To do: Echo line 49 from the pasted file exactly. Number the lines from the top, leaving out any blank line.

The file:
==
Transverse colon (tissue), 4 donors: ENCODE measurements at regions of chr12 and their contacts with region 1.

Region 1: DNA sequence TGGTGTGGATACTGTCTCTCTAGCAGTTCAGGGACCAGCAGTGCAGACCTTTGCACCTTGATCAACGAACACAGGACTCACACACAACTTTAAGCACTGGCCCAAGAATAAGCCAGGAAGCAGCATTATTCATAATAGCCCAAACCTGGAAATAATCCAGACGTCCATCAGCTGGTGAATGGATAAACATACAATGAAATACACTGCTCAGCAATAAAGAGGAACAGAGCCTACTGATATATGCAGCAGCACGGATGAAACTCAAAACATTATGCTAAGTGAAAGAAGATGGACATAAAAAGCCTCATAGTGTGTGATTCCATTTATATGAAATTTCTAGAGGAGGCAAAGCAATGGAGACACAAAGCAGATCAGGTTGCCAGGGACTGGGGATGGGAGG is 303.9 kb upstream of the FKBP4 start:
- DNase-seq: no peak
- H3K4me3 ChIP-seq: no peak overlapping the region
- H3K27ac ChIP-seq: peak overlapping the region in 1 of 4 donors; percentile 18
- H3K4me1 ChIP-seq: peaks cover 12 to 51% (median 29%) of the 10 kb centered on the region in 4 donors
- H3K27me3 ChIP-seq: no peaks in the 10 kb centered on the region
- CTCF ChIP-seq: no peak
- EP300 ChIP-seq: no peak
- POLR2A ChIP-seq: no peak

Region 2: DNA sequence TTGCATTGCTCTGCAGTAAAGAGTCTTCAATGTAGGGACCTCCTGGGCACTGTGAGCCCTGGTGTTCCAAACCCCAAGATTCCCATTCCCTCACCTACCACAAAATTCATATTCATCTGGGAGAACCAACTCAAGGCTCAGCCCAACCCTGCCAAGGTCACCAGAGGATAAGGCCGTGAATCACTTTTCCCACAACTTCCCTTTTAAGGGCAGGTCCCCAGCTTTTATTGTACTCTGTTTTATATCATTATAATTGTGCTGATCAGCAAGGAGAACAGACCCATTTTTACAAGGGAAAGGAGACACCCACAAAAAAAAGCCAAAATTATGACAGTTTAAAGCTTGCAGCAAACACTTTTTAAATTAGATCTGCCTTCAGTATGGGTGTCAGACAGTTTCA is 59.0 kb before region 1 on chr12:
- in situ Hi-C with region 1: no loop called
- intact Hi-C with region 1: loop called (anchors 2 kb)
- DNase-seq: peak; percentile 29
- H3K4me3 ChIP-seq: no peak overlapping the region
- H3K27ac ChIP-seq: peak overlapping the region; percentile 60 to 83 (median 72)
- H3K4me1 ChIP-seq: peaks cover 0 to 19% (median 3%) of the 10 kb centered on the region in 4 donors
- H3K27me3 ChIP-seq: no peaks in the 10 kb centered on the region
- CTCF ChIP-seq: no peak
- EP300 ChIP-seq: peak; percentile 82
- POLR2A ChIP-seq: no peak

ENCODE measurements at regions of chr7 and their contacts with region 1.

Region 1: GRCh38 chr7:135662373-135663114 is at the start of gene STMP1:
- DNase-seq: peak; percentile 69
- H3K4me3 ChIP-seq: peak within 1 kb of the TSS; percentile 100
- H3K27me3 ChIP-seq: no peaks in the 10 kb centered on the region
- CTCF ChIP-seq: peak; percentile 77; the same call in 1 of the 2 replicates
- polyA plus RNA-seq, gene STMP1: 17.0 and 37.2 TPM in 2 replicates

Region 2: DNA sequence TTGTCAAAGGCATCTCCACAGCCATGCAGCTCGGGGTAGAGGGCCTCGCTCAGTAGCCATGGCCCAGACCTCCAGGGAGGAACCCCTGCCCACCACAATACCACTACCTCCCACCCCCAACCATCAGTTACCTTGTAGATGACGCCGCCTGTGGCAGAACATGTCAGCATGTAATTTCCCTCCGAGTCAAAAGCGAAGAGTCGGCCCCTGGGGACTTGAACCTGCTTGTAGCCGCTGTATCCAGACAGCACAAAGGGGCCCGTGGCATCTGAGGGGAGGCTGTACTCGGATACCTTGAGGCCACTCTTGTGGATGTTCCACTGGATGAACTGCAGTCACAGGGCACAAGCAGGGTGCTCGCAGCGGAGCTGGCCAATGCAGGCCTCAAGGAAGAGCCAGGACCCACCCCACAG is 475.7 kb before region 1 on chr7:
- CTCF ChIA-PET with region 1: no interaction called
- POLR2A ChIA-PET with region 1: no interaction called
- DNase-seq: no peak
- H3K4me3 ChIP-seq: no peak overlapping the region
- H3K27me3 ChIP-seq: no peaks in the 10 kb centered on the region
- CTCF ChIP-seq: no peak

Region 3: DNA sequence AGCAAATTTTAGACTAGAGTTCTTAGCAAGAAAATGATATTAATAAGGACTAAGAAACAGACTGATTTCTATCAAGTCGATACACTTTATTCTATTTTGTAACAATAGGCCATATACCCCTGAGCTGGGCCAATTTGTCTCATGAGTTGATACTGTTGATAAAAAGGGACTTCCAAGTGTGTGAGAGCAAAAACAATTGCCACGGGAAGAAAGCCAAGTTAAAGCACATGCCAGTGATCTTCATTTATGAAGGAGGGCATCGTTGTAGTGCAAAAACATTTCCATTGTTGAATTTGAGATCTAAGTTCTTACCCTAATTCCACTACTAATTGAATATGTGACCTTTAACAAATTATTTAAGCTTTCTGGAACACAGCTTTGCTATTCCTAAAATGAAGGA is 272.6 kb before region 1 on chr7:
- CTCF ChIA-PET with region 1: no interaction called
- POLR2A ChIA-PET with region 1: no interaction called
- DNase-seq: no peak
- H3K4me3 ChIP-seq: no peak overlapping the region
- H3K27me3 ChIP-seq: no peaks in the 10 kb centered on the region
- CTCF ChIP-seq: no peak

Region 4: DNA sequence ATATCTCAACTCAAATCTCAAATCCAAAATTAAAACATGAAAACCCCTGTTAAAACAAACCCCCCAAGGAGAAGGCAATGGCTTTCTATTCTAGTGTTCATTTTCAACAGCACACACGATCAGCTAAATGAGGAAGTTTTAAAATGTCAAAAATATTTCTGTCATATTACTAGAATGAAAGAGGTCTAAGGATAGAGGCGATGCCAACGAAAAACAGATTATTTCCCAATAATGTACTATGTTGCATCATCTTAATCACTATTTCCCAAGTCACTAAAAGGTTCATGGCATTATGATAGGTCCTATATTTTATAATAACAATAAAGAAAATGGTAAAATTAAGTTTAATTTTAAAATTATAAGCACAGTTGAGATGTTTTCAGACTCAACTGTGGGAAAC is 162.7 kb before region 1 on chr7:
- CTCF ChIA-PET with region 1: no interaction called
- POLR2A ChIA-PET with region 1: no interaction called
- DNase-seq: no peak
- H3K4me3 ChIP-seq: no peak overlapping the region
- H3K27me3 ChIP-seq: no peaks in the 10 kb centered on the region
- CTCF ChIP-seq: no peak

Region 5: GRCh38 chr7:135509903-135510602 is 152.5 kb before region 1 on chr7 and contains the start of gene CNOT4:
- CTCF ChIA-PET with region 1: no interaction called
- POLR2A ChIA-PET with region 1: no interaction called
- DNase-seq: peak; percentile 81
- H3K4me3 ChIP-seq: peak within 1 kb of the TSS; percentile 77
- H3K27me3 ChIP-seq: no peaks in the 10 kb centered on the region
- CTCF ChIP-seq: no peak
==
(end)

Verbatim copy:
- CTCF ChIP-seq: no peak